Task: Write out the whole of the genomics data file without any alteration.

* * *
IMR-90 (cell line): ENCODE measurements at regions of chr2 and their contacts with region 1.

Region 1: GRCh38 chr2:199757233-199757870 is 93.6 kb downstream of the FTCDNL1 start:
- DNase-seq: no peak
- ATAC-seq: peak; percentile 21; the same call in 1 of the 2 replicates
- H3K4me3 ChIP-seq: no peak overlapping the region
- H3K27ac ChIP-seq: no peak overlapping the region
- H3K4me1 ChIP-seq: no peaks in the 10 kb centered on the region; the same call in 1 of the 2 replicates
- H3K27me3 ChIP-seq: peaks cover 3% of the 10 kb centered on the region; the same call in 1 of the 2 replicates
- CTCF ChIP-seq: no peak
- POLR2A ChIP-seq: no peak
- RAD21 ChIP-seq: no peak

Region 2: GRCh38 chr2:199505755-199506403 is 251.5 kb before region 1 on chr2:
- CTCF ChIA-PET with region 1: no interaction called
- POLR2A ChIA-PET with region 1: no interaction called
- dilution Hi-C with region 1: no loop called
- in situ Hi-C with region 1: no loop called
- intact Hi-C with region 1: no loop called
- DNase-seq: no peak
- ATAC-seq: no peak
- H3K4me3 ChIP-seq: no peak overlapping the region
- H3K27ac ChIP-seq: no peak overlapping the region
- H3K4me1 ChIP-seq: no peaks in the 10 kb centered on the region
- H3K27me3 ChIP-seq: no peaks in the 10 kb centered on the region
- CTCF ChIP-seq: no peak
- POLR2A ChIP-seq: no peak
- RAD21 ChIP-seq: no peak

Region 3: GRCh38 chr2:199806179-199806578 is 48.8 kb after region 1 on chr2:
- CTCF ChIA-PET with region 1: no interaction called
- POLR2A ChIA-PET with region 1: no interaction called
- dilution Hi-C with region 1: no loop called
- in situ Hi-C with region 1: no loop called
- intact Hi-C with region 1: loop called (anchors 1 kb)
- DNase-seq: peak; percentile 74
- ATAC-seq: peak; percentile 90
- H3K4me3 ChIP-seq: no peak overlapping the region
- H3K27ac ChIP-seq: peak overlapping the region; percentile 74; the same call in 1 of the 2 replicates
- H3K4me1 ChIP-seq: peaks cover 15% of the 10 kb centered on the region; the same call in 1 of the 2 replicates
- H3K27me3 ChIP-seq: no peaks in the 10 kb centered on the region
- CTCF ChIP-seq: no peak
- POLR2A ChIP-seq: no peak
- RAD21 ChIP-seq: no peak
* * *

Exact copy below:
IMR-90 (cell line): ENCODE measurements at regions of chr2 and their contacts with region 1.

Region 1: GRCh38 chr2:199757233-199757870 is 93.6 kb downstream of the FTCDNL1 start:
- DNase-seq: no peak
- ATAC-seq: peak; percentile 21; the same call in 1 of the 2 replicates
- H3K4me3 ChIP-seq: no peak overlapping the region
- H3K27ac ChIP-seq: no peak overlapping the region
- H3K4me1 ChIP-seq: no peaks in the 10 kb centered on the region; the same call in 1 of the 2 replicates
- H3K27me3 ChIP-seq: peaks cover 3% of the 10 kb centered on the region; the same call in 1 of the 2 replicates
- CTCF ChIP-seq: no peak
- POLR2A ChIP-seq: no peak
- RAD21 ChIP-seq: no peak

Region 2: GRCh38 chr2:199505755-199506403 is 251.5 kb before region 1 on chr2:
- CTCF ChIA-PET with region 1: no interaction called
- POLR2A ChIA-PET with region 1: no interaction called
- dilution Hi-C with region 1: no loop called
- in situ Hi-C with region 1: no loop called
- intact Hi-C with region 1: no loop called
- DNase-seq: no peak
- ATAC-seq: no peak
- H3K4me3 ChIP-seq: no peak overlapping the region
- H3K27ac ChIP-seq: no peak overlapping the region
- H3K4me1 ChIP-seq: no peaks in the 10 kb centered on the region
- H3K27me3 ChIP-seq: no peaks in the 10 kb centered on the region
- CTCF ChIP-seq: no peak
- POLR2A ChIP-seq: no peak
- RAD21 ChIP-seq: no peak

Region 3: GRCh38 chr2:199806179-199806578 is 48.8 kb after region 1 on chr2:
- CTCF ChIA-PET with region 1: no interaction called
- POLR2A ChIA-PET with region 1: no interaction called
- dilution Hi-C with region 1: no loop called
- in situ Hi-C with region 1: no loop called
- intact Hi-C with region 1: loop called (anchors 1 kb)
- DNase-seq: peak; percentile 74
- ATAC-seq: peak; percentile 90
- H3K4me3 ChIP-seq: no peak overlapping the region
- H3K27ac ChIP-seq: peak overlapping the region; percentile 74; the same call in 1 of the 2 replicates
- H3K4me1 ChIP-seq: peaks cover 15% of the 10 kb centered on the region; the same call in 1 of the 2 replicates
- H3K27me3 ChIP-seq: no peaks in the 10 kb centered on the region
- CTCF ChIP-seq: no peak
- POLR2A ChIP-seq: no peak
- RAD21 ChIP-seq: no peak